October 7, 2015 § Leave a comment
I may be an old hardrock miner, but that doesn’t mean I don’t try to keep up with a bit of technology.
It’s not like we wander around with candles on our heads pulling donkeys and carts in mines these days, our tunnels are filled with wireless networks, enough optic fibre to run a small city, and everything is run by computer. Even your average exploration driller is running around with a toughbook and can diagnose a network connection (most of them will walk off the job if they can’t access their portfolio to do a bit of day trading while the rods are spinning).
I recently had the opportunity to visit Finland to see a bloke about some mine trucks (don’t get me started on Finnair!). I’m a bit of an outdoorsy kind of person and was very excited to see the full range of Suunto GPS watches….they’re made in Finland..and bought one of their top models.
I read the instructions and was able to connect, calibrate, go for a paddle around a lake in Tampere and upload the excersise to my laptop.
Anyway, I went out to dinner that night to a charming restaurant which served a quaint little South American Pinot Noir and a wonderful Atlantic Samon with a cheeky pesto sauce. I returned to my hotel room at around 11:00pm set the alarm on my watch, plugged it into my computer to charge and went to bed.
I was a little groggy when the alarm went off and was a little suprised to find that I had slept until 1:00pm in the afternoon. I had planned to do some work and had now lost most of the day. Putting it all down to Jetlag, I thought a run would do me the world of good and clear my head. So, off I went jogging around said lake in Tampere.
Perhaps I should have realised that there was something wrong when I noticed that there was no one about. I did think that it was a little strange that the streets were deserted at 2pm in the afternoon.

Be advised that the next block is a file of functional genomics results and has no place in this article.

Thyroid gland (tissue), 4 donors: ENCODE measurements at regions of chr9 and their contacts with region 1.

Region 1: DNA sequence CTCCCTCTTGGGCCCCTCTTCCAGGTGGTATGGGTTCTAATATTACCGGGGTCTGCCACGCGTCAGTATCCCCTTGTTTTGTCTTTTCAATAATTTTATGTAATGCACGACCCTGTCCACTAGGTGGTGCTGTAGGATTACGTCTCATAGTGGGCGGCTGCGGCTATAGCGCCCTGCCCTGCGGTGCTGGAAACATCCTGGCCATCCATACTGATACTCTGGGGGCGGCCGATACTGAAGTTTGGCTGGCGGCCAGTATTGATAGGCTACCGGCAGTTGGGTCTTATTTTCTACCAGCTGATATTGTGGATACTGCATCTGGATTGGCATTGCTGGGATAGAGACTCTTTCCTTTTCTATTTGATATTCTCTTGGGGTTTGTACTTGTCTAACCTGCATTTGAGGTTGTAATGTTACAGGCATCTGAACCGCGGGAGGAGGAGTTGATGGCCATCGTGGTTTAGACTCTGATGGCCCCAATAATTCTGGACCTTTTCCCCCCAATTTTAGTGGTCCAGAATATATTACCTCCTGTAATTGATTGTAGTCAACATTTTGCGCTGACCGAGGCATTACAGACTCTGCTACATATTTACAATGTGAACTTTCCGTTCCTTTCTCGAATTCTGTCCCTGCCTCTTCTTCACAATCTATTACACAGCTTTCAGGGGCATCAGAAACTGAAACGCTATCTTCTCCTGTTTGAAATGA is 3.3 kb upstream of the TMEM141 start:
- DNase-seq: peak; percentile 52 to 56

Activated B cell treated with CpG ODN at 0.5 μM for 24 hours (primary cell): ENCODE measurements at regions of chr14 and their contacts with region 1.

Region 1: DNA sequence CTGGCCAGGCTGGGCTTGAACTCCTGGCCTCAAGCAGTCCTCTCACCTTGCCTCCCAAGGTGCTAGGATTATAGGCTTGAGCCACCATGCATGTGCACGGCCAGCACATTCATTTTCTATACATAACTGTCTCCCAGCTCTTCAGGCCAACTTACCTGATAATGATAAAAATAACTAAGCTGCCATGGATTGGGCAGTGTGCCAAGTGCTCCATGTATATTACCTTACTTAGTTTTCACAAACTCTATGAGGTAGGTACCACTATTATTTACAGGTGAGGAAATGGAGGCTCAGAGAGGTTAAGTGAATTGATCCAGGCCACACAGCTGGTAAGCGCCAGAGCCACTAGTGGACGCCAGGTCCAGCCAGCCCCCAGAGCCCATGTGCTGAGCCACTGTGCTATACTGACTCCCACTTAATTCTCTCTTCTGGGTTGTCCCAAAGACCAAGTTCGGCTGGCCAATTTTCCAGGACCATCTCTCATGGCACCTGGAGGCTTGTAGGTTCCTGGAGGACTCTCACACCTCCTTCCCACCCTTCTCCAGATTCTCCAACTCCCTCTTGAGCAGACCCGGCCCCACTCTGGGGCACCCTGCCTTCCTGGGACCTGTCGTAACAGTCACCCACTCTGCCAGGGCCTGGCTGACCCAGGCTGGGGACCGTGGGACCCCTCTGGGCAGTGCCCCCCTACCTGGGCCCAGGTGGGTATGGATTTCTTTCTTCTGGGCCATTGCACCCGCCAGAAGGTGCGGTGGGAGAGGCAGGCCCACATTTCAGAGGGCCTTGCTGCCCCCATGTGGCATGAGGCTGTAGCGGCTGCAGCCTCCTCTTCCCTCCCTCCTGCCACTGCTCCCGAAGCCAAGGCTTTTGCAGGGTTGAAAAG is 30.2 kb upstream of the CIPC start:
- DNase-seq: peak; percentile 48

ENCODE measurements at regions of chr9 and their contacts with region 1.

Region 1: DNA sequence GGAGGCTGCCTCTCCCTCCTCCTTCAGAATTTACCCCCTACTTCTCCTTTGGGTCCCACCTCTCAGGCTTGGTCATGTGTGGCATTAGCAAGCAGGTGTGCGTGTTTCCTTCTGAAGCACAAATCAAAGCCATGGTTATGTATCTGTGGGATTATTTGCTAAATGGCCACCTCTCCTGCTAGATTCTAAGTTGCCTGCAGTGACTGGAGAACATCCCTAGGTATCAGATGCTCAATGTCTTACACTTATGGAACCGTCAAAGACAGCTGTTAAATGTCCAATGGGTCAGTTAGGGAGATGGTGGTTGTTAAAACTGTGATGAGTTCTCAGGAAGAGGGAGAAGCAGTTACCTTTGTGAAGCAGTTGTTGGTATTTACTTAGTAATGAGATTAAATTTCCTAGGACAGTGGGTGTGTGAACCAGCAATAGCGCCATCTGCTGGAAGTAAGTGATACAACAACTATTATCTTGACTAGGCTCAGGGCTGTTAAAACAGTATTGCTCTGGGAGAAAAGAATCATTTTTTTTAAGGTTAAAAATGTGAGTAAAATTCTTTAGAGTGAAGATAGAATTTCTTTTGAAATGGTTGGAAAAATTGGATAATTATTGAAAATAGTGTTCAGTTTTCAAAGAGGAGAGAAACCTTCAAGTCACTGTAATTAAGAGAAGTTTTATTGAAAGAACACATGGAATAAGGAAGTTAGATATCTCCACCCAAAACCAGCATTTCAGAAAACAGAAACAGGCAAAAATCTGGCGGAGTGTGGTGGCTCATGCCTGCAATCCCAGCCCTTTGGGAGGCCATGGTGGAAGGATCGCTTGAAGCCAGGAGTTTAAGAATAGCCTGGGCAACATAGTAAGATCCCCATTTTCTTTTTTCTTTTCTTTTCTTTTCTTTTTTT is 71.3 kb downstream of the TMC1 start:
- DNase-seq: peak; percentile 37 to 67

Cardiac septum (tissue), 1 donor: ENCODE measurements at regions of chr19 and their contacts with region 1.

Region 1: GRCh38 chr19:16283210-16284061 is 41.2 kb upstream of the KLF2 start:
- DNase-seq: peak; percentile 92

I was now desperate for a coffee, but all of the coffee shops were closed. The day was overcast, but the sun up high and it wasn’t that cold, so there should have been hundreds of people in the streets and the cafes should have been busy.
I got back to my hotel room, showered and started some work. A short time later I realised it was 4:30pm. I was due to meet for dinner drinks at 4pm. When I rang my collegue and appologised for being late, he thought I must have been on drugs. The conversation went something like this;
Ring, Ring. ring, Ring.
Him: Mate, what’s up?
Me: Sorry mate, I’m running late for dinner. I’ll be down soon.
Him: Are you OK?
Me: Yeah, just running late, drinks were at 4, weren’t they.
Him: Are you on drugs?
Me: What do you mean?
Him: It’s 5:30 in the morning you idiot?
WHAT MUPPET THOUGHT IT WAS A GOOD IDEA TO SYNC THE WATCH’S TIME TO THAT OF THE COMPUTER BY DEFAULT???
The watch HAS A GPS BUILT INTO IT. It already knows what timezone it is in.
Tell me it didn’t occur to the 20 year old boffin that wrote the software that changing the time on a watch without telling anyone might carry an element of risk. Think about it….the only way you know the time is by the position of the sun and by your watch. Finland….. Summer.
If someone has set an alarm on a watch and you decide to change the time automatically and by default, you might flash up a big red screen that says;
“Warning – your day is about to be ruined. Press OK to continue”
It’s a GPS watch you goat herders! If you must have a default sync, it should ask you whether you want to sync to your PC or to GPS.
No one has ever crossed a timezone with one of your watches?
The worst thing is that even after changing the setting, it still occasionally syncs to my PC.
No, this is not the case where the user is technically challenged, I have a PhD in Computer Science FFS, so don’t even think of going down that path. This is a classic example of ill-conceived, poorly contrived, ludicrously delivered functionality that someone thought was a good idea at the time.
Well, IT WASN’T A GOOD IDEA. IT WAS STUPID IDEA!
I would appreciate it if someone could track down the boffin who decided this would be a good idea and read him this email. Then, wake him up at 3am in the morning with no coffee and slap him around the head with a large pickled herring.
Gen Z. Bloody Hell
September 24, 2015 § Leave a comment
Remember the days when you took your car to a “Mechanic” instead of an “Automotive Technician” ?